Esensja is an online pop-culture magazine published since 2000 and available for free. They publish mainly reviews and other articles but it is not uncommon to find there short stories as well.
They write about books, movies, games, music and more. Although they are not limited to SFF it is the main field of their interest.



Helion is a distinguished SF magazine, published by Helion Club Timisoara.
In recent years, six printed issues were published annually.

Some of its long-standing columns are Laborator SF (SF
(Lab), Cronica de familie (Family Review) Alternative (Alternatives),
Meridian SF (SF Meridian), Fototeca (Photo Gallery).


Mu Cephei

Science fiction almanac based on the print on demand platform. A publication for experiments with style and genre diversity: SF and fantasy, magrealism and cosmoopera, sur and horror … A cut of Russian-language fiction here-and-now. Each issue is dedicated to one topic. Distributed electronically (free of charge) and in print.
Chief editor: Alexandra Zlotnitskaya.



Tantrum is a Spanish quarterly magazine, featuring short stories and serial novels focused on a strong sense of wonder. Its compact and contemporary design revisits the concept of pocketbooks. The magazine has been nominated to the Ignotus Awards in 2020.






Silvia Castoldi


Silviu Genescu



Pilar Ramírez Tello



Caroline Hofstätter

Caroline Hofstätter debuted just in 2019 with a short story in the German magazine “phantastisch!”, but it didn’t take long to have a print of her first science-fiction novel “Das Ewigkeits-Projekt” at the publishing house Atlantis in her hands. Her story deals with living in a virtual world – a topic more current than ever!


Zoe Penn

The Library of Secrets is the first novel by young Croatian author Zoe Penn.  It was described by reviewers as “highly creative”, “Indiana Jones for a younger audience” and “filled with characters both human and fantastic, and spiced with many enjoyable twists and turns”.

Zoe Penn describes herself as a writer, reader, coder and a passionate puzzle solver, which inspired her novel.


Edmund Schluessel

A long-short story A Funeral for Massachusetts

Technically, it’s eldritch horror. Under that is the alien-ness of life outside the city to city dwellers, and the inevitability of seeing yourself in that unknown if you look.



Concept artist / character Artist / editor.

SF magazine cover and illustrations.

Also working on for Video Games, Animation Movie, AAA Games, Advertising.


Oein DeBhairduin

Oein DeBhairduin’s first book was published in September 2020. “Why The Moon Travels” is a collection of  tales of spirits, giants and fairies rooted in the oral tradition of the Irish Traveller community, collected throughout his childhood and retold by Oein.


Linda De Santi

Promising young talented author published by Urania.


Jean Bürlesk

Jean Bürlesk is emerging as the first in a range of voices in the nascent field of Luxembourg Science Fiction and Fantasy Literature. He is the recipient of the encouragement award of Luxembourg’s national Servais literature award. 
His short story collection The Pleasure Of Drowning is out from Luna Press.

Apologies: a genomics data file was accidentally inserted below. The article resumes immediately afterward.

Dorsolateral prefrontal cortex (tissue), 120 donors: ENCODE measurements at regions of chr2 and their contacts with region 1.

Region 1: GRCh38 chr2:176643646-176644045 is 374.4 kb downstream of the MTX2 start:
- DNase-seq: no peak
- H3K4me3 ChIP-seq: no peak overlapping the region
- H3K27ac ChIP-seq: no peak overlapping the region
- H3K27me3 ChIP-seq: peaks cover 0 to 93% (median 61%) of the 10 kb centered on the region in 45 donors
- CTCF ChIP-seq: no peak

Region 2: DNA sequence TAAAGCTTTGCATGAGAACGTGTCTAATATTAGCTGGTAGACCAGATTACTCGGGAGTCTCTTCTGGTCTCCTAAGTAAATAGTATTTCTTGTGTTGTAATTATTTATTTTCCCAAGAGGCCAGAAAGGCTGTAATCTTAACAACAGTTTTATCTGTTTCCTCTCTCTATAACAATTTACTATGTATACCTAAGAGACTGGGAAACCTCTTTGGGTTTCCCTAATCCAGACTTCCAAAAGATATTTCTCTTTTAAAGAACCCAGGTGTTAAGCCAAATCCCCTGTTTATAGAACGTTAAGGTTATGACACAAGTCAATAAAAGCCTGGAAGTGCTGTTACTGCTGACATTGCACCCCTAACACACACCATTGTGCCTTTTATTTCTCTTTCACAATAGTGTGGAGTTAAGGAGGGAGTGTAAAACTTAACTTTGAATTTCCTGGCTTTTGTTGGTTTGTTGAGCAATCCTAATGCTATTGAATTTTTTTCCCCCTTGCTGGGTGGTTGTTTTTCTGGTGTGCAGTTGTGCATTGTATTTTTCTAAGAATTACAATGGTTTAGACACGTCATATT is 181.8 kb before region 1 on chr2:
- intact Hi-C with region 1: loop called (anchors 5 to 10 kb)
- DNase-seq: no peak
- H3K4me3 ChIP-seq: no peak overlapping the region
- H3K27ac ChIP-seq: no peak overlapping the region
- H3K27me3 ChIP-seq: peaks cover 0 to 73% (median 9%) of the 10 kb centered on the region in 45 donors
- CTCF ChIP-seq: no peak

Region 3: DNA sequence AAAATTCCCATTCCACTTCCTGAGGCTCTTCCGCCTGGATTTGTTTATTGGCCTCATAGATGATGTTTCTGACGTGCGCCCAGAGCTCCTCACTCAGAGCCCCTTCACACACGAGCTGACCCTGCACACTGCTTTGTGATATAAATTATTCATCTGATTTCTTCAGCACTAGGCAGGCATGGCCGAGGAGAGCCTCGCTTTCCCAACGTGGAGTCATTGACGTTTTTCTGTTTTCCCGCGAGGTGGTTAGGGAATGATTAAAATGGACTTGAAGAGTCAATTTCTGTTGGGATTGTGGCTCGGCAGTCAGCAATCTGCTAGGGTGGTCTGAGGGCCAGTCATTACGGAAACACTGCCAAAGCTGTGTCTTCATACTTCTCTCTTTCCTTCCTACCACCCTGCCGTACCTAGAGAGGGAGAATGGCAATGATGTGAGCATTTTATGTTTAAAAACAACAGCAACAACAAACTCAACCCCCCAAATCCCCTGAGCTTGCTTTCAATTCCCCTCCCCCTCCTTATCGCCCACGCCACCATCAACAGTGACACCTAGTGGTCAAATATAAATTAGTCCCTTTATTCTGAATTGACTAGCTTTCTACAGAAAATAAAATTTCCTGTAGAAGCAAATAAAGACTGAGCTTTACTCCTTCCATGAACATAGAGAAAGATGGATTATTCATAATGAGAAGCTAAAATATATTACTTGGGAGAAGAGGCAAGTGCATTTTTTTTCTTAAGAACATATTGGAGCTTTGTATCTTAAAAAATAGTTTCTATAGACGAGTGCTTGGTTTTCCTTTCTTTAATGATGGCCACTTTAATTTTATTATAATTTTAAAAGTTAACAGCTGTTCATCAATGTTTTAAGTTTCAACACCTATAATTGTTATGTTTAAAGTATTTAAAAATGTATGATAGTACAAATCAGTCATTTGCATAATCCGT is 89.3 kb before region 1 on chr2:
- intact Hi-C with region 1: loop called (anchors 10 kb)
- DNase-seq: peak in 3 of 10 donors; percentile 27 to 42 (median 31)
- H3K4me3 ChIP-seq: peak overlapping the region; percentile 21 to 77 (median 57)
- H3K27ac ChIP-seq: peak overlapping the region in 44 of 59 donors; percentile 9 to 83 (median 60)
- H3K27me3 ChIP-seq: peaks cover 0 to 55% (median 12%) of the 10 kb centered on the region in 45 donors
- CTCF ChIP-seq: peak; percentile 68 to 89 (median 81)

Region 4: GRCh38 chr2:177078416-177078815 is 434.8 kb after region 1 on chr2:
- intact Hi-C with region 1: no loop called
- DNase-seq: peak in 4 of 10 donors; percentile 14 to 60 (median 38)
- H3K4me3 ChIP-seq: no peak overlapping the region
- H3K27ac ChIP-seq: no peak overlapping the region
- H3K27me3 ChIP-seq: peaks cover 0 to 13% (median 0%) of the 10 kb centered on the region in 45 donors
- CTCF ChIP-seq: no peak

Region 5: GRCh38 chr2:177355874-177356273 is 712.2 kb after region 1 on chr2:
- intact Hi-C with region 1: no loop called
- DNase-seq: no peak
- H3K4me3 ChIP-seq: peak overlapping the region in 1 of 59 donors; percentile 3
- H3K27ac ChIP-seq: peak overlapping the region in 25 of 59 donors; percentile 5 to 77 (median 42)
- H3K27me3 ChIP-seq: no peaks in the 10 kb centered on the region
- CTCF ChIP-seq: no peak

Diana Alzner – young author launched in recent years in the Romanian sci-fi. Debut in 2009. She published many stories in sci-fi genre magazines. Debut in 2018 with the novel “Tunnel at the end of the world” (Pavcon). In 2019 she published at the short stories volume TROVANTUL, both awarded with the National Prize for
Sci-Fi in 2019 and 2020. She currently works as a teacher in Ramnicu-Valcea.


Olga Rejn

Olga Rajn is a social fiction, fantasy and magical realism writer. Author of numerous stories. In 2017 and 2019, short story collections were printed special project – paired stories female with male authors. The first author’s collection and the first author’s novel were published in 2020.


Haizea Zubieta

A young Spanish author and former cosplayer, Zubieta’s short stories and first novel, ‘Infinitas’, have become very popular among YA readers. A second novel, ‘Tocar el cielo’ –an urban fantasy, vampire story located in Madrid–, was released in July 2020 and a third book will be published in 2021. Zubieta is a women rights’ and LGTB+ activist who also works as a sensitivity reader.


Volodymyr Kuznietsov

Ukrainian sci-fi/horror writer, game designer, comix writer, and metal musician

[Thanks to Edmund Schluessel for the story.]

ESFS Nominations 2019

The European Science Fiction Society has released the 2019 nominees for its Achievement, Hall of Fame and Chrysalis awards.

The winners of these awards will be selected at the next general meeting of the ESFS, which will take place at the 41st Eurocon /Titancon in Belfast from August 22-25.

The nominees in the various categories are contained in the following Dropbox documents.

(I would run the lists here, unfortunately, WordPress doesn’t support all of the characters, nor can I work around that by substituting code.)

ESFS Nominations 2018

The European Science Fiction Society has released the nominees for its Achievement, Hall of Fame and Chrysalis awards.

The winners of these awards will be selected at the next general meeting of the ESFS, which will take place at the 40th Eurocon in Amiens from July 19-22.

The nominees in the various categories are contained in the following documents.

(I would run the lists here, unfortunately, WordPress doesn’t support all of the characters, nor can I work around that by substituting code.)